What do you do if you’re an artist and your upcoming project revolves around gathering a group of people together in a van for a tasting tour of North Shore restaurants during the height of the COVID-19 public health crisis?
Well, if you’re Karen Tam, you turn social distancing into an opportunity to help others.
The artist-in-residence at Griffin Art Projects (GAP) had originally planned to host Moveable Feast: A Tasting Tour of North Vancouver’s Most Interesting Chinese Restaurants on March 21.
However, the event was based on activities that are now off the table: groups of people gathering at the art gallery and then shuttling together to various restaurants — so GAP had to cancel the event.
But the gallery and Tam were determined to find a solution that continued to offer support to Chinese eateries (Tam’s parents ran a restaurant in Montreal from 1976 to 2004), while also helping residents who are struggling with isolation.
For Moveable Feast, the gallery will now offer a limited number of complementary take-away meals — delivered by a local Chinese restaurant — to individuals in North Vancouver who are feeling particularly challenged with self-isolation. GAP is specifically appealing to individuals who have difficulty with mobility, those who live alone with limited support systems, and those facing challenges that make access to a hot meal difficult at this time.
Requests for meal vouchers will be granted on a first-come, first-served basis, and designated restaurants will be selected according to where the participant resides.
“Karen Tam was instrumental in developing a thoughtful plan that allows us to offer a small gesture of care and support in a time of need,” says Jazz Keillor, GAP’s interim public programs and residency coordinator.
Tam is a Montreal-based artist and curator currently staying in North Vancouver while on a month-long artist residency at GAP, where she is doing research for an upcoming curatorial project in January 2021.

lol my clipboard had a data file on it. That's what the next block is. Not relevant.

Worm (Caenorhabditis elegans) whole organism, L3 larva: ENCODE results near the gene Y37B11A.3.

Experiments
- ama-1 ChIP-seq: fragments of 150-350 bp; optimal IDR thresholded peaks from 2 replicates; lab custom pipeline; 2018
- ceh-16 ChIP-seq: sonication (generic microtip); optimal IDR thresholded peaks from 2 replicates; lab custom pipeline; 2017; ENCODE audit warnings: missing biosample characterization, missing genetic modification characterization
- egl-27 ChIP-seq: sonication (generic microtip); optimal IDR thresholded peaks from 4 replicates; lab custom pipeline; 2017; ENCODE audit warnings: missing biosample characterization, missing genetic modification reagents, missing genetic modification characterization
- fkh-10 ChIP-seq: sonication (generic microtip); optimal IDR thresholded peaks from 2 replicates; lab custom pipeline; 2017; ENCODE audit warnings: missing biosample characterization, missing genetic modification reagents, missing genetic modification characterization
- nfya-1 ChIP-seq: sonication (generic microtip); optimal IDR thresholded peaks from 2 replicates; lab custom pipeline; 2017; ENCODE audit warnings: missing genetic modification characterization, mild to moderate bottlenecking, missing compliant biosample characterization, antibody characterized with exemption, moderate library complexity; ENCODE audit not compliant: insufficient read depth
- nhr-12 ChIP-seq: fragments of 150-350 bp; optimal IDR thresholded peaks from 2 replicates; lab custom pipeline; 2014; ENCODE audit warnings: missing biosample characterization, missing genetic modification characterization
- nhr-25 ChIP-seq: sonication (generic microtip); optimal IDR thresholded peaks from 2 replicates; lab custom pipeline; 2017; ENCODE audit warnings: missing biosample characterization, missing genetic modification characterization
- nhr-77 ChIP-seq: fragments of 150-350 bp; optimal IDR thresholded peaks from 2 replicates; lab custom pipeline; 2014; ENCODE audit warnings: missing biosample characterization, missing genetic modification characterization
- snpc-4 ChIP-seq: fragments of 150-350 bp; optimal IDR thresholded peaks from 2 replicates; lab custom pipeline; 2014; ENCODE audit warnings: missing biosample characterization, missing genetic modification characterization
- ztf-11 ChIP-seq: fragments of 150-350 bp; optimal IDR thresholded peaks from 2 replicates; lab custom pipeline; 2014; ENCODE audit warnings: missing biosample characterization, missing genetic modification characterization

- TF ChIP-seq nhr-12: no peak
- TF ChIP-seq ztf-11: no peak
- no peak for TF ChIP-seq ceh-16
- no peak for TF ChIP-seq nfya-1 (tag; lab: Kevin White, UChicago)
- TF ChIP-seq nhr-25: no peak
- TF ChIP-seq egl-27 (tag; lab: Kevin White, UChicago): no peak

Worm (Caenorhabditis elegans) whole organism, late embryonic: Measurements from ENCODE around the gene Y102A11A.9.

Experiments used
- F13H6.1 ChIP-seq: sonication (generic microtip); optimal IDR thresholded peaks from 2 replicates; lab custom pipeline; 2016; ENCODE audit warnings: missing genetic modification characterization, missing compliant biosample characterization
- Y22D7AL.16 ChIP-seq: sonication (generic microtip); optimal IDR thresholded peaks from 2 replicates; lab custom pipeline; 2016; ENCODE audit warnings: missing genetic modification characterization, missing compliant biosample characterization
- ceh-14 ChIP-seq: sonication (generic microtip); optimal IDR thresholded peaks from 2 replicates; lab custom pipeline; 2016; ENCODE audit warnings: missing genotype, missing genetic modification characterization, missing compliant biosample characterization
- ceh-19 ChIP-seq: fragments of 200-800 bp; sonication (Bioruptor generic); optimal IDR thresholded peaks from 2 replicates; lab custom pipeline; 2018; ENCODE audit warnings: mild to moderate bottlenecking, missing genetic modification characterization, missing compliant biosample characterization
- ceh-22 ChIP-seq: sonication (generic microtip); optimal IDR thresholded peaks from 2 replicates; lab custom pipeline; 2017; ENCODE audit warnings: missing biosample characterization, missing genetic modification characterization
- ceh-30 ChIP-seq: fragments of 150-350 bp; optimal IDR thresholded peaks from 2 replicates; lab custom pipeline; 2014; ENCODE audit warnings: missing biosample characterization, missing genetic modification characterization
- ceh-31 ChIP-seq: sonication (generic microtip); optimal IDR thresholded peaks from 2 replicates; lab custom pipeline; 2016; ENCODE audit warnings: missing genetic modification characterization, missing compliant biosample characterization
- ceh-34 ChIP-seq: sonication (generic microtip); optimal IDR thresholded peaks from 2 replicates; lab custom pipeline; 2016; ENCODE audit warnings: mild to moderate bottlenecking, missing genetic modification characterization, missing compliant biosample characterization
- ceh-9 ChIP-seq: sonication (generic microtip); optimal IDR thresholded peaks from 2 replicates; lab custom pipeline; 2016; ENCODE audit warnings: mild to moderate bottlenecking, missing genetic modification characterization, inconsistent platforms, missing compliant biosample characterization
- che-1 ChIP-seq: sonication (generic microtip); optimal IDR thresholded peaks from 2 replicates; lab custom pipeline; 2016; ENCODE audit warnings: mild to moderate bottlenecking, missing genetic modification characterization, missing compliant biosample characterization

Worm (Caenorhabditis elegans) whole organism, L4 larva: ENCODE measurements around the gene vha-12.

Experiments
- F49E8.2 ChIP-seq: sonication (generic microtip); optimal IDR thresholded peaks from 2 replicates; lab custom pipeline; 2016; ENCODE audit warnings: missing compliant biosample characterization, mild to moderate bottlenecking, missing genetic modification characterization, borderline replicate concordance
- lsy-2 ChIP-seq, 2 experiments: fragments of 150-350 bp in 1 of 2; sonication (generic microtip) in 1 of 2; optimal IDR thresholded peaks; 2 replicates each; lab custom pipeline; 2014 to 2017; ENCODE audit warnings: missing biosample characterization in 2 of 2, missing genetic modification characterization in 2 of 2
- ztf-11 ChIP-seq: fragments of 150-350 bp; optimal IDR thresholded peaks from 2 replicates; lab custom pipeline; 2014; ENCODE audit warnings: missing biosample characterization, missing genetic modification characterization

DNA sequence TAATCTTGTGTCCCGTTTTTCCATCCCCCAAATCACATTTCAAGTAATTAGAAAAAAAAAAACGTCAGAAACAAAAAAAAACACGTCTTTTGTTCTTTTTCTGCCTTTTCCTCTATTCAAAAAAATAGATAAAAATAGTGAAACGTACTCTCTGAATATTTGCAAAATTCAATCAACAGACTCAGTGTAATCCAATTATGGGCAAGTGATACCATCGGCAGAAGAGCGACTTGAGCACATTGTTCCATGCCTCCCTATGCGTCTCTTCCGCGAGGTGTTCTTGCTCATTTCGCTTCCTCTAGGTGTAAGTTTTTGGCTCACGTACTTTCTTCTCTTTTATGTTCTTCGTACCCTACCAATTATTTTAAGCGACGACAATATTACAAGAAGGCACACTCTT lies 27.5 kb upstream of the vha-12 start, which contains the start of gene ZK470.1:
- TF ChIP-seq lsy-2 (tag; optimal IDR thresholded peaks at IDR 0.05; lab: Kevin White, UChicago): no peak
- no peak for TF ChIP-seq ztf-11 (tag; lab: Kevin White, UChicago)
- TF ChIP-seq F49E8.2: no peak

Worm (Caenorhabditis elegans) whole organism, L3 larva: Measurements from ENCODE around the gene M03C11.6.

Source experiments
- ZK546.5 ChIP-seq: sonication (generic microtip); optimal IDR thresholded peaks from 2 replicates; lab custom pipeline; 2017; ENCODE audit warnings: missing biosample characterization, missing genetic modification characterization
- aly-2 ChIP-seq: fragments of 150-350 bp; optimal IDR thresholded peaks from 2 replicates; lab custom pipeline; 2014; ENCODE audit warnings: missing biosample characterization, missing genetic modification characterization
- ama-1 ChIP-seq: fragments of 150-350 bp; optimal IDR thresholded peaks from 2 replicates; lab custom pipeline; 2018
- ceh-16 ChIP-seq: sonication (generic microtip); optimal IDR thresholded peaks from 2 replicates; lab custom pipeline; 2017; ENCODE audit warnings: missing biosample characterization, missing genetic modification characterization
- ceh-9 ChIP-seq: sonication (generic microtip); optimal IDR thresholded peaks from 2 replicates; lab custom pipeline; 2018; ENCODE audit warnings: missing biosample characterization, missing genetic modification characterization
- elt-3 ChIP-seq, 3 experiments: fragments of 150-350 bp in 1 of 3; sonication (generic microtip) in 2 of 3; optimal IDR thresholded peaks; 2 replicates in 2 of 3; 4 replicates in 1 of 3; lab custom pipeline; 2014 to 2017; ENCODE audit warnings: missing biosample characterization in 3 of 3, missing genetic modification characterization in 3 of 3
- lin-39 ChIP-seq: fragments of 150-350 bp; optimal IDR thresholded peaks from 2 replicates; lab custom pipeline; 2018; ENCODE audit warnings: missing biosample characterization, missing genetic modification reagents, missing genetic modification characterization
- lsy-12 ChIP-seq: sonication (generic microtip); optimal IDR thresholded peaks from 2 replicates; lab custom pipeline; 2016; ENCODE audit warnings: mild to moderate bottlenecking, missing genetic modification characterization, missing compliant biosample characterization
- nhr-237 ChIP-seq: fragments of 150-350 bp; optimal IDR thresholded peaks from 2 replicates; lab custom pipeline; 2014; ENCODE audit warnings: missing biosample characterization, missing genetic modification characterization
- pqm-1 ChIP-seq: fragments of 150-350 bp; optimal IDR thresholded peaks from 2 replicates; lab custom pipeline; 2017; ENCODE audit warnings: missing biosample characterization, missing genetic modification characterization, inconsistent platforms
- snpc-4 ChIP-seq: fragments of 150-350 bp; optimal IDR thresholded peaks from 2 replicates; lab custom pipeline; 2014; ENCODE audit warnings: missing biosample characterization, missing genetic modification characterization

“My goal is to work with Asian art specialists from a number of Vancouver institutions, collectors and artists in order to develop a project about how objects made by non-Western as well as Chinese and Chinese-Canadian artists are collected; how narratives are constructed about these collections; and the colonial notions that underwrite some of these relations,” Tam says of her work at GAP.
“Right now, I am focusing on the various depictions of Chinatown(s) and the Chinese historically… a type of art history of Chinatown neighbourhoods and their residents. These would include photographs, paintings, sketches, posters and artifacts. However, I am open to how the project may develop over the next year.”
Most of Tam’s work revolves around the dismantling of colonial attitudes towards Asian culture and aims to highlight the “invisibility” of Chinese-Canadian life and history.
“One way to do this is by creating a visual archive of ‘Chinese-ness’ through my art practice that would act as a counter-archive and counter-history to more official ones,” says Tam.
Her installation work recreates Chinese cultural spaces, such as restaurants, karaoke lounges, opium dens and curio shops.
“In recreating interiors of these spaces of the past, I want to reveal their importance in producing a specific Chinese spatiality, confronting or perpetuating myths and stereotypes,” she explains. “[With Asian ethnicity], no matter how long you have lived in the West, or how American/Canadian you are or see yourself as, no matter that your family has been here for generations, you are viewed as the perpetual foreigner. I hope my work counteracts these types of attitudes and allows for a constructive conversation about how cultures are read, interpreted, perceived, and how they influence us and our own ways of being.”
In fact, Tam’s Moveable Feast idea — visiting Chinese restaurants in North Vancouver that would offer a few of their specialities to taste — came about in part as a response to racism that arose in January amid early coronavirus fears.
“There were blatant verbal and even physical attacks on Asian individuals in North America, in Europe and elsewhere,” Tam says. “With the return of racist stereotypes regarding the hygiene and food habits of the Chinese — such as eating rats, bats, etcetera — I was also thinking about how Chinese restaurants would be affected, especially as customers were avoiding eating there. Moveable Feast would be an #IWillEatWithYou gesture.”
This sentiment of support for Chinese businesses, as well as North Shore residents in need, can still be expressed through the modified feast event.
To request a meal voucher from a North Vancouver-based restaurant as part of the GAP initiative, interested individuals are asked to email Jazz Keillor at firstname.lastname@example.org. Inquiries can also be made by calling the Moveable Feast hotline at 604-243-4766.
Requests will be granted on a first-come, first-served basis, with designated restaurants selected according to the geographic location of the participant. Please allow 24 hours for GAP to process requests.